It has been interesting to watch the US election campaign with so many Americans threatening to move to Canada if their candidate isn’t elected. Around the same time, many Canadian creators have been threatening to move to the US.  There is a lot of fear that recent regulatory changes will make it next to impossible for Canadian writers, directors and actors to find steady work in Canada. So while Americans are applying for Canadian work visas, Canadians are applying for US work visas.   
-- D.E. Katarzyna Kochany (Canadian)

Writer Bear Clifton is first up (BC) and then D.E. Katarzyna Kochany (KK).  The interviewer is John David Ware (JDW). We asked some probing questions and got probing answers.

JDW: Tell us about yourself.  What do you do for work?

BC: I’ve been a pastor the last 25 years, up until this summer when I decided to do something wild and crazy. This past July, my wife and I sold our house, I stepped down from the church in Connecticut which I have led for the last 20 years and we moved to LA, without jobs, and without a forwarding address so that we could be near our daughter and only child Hannah. And so that I could take most of the next year to write full time. I’ve preached walking by faith my whole life. God finally decided to call me out on it.

JDW: That is crazy. How’s it going so far?

BC: We’re three months into our little adventure. I’m about to finish up a book I’ve been working on like forever.

JDW: How did you learn about WP &168?

BC: Through a Bible study of Christian artists called Tinseltown that meets at both Fox and CBS studios.  

JDW: Yes, we like Tinseltown.  The founder/leader, Gary Swanson is on our board. That study started in my apartment with Gary, Franklin B. Dog (my dearly deceased pitt bull and me!).  What was your inspiration for this year’s best screenplay, “Turbo Jam Boosters?”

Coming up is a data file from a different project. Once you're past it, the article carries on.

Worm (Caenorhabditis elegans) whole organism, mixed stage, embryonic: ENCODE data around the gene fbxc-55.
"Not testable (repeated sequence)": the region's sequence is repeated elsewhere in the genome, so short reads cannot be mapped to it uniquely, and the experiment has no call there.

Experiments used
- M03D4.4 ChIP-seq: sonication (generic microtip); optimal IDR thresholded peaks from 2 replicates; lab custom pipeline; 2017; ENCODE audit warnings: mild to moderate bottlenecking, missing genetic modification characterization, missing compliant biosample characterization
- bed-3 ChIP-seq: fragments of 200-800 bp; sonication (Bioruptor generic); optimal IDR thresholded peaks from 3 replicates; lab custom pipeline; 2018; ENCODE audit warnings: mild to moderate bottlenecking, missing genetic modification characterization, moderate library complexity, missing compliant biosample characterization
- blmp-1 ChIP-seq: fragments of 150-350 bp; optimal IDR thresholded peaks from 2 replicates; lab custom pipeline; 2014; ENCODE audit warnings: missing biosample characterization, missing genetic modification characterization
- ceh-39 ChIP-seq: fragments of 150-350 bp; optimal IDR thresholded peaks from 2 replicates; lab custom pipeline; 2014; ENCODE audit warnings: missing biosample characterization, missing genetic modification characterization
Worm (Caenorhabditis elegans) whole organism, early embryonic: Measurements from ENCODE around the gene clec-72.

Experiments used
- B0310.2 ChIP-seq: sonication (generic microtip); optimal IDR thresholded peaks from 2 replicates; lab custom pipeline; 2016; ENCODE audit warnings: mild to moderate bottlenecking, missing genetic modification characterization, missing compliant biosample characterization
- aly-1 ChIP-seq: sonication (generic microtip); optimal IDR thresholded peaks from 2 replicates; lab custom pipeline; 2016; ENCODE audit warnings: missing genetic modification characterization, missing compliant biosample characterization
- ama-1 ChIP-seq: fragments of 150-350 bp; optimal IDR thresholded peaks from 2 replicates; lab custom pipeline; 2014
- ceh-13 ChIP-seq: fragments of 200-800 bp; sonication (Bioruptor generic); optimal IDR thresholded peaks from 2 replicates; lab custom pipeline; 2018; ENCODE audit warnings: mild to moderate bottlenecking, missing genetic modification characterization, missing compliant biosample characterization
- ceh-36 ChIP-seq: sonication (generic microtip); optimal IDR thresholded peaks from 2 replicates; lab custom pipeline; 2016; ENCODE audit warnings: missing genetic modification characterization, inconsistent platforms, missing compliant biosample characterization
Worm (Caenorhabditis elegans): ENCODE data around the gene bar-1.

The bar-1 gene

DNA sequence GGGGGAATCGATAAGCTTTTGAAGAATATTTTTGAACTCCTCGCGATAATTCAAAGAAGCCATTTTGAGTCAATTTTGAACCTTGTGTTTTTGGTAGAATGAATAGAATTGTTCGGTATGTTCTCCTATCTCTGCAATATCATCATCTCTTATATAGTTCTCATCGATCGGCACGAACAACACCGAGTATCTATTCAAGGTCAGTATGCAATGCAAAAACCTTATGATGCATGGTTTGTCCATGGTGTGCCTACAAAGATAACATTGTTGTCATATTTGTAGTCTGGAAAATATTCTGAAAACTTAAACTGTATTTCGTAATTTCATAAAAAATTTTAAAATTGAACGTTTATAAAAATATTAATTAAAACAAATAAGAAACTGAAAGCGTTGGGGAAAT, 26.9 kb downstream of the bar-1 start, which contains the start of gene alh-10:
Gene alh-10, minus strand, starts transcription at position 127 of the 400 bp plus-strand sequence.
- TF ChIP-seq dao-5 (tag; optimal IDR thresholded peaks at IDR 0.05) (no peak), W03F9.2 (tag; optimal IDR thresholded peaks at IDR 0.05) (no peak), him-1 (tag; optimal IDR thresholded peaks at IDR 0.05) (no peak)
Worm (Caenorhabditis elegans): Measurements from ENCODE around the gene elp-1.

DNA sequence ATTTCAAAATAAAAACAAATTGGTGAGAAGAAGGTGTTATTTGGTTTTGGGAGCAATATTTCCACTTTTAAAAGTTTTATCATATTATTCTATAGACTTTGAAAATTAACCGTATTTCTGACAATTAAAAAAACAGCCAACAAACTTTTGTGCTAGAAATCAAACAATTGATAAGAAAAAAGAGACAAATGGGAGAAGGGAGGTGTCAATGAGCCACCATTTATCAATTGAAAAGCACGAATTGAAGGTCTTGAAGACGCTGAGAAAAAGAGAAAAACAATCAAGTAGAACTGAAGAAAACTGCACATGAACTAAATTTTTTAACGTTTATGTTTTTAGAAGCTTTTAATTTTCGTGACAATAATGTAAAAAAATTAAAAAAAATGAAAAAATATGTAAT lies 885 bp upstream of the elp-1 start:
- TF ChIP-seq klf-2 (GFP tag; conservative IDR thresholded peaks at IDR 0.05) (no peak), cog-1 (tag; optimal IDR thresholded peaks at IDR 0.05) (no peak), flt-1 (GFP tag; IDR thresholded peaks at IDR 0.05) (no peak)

BC: I grew up in a pretty big family. I was the oldest of 4 kids, and we were always messing around with each other. Scientific experimentation, psychological warfare, you know all the normal stuff.

JDW: How did this year’s theme hit you?

BC: I loved it. You’re tapping into one of the deepest parts of our humanity. God has put inside each of us a yearning to know the love and acceptance of our dads, which ultimately is meant to draw us to himself. The entire show “Lost” was built around father-wounds. And movies like “Field of Dreams” – I’ve seen that like a thousand times by now, and still to this day when Kevin Costner calls out to his father at the end, “Dad, wanna have a catch?” I become a blubbering mess.

JDW: Hope you don’t mind, I’m taking this off my bucket list “Watch Field of Dreams with Bear.”  Here’s the theme and verse assigned to all writers this year:
2016 Theme and Verse: “The Love of the Father” Few are blessed with a childhood that resembles a Norman Rockwell painting, yet our view of Almighty God is indelibly colored by our experiences with dear old dad. WP VERSE: Proverbs 3:12 For whom the LORD loves He corrects, Just as a father the son in whom he delights. (NKJV)

JDW: How do you see the verse in your story?    

BC: Well, that’s the lesson that 12-year old Josh needs to learn. That the reason Dad tightens the screws on him is because he loves him.

JDW: This story is a lot of fun.  Where did it come from?

BC: My original story was actually going to be a serious drama about Josh’s father who messes up with money and gets into a real crisis. The interaction with his son Josh was going to be a flash-forward at the end of the story. But, suddenly I had this scene come into mind of Josh playing “Star Trek” in a tree house with his buds. And the next thing you know, the whole thing just sort of played out in my brain. I got back from the run and wrote it out in a few hours. Just like that, the project went from serious drama to “The Wonder Years.” I’m glad though, because I’ve been working on some projects with some pretty serious subject matter, and so doing this ended up being very cathartic.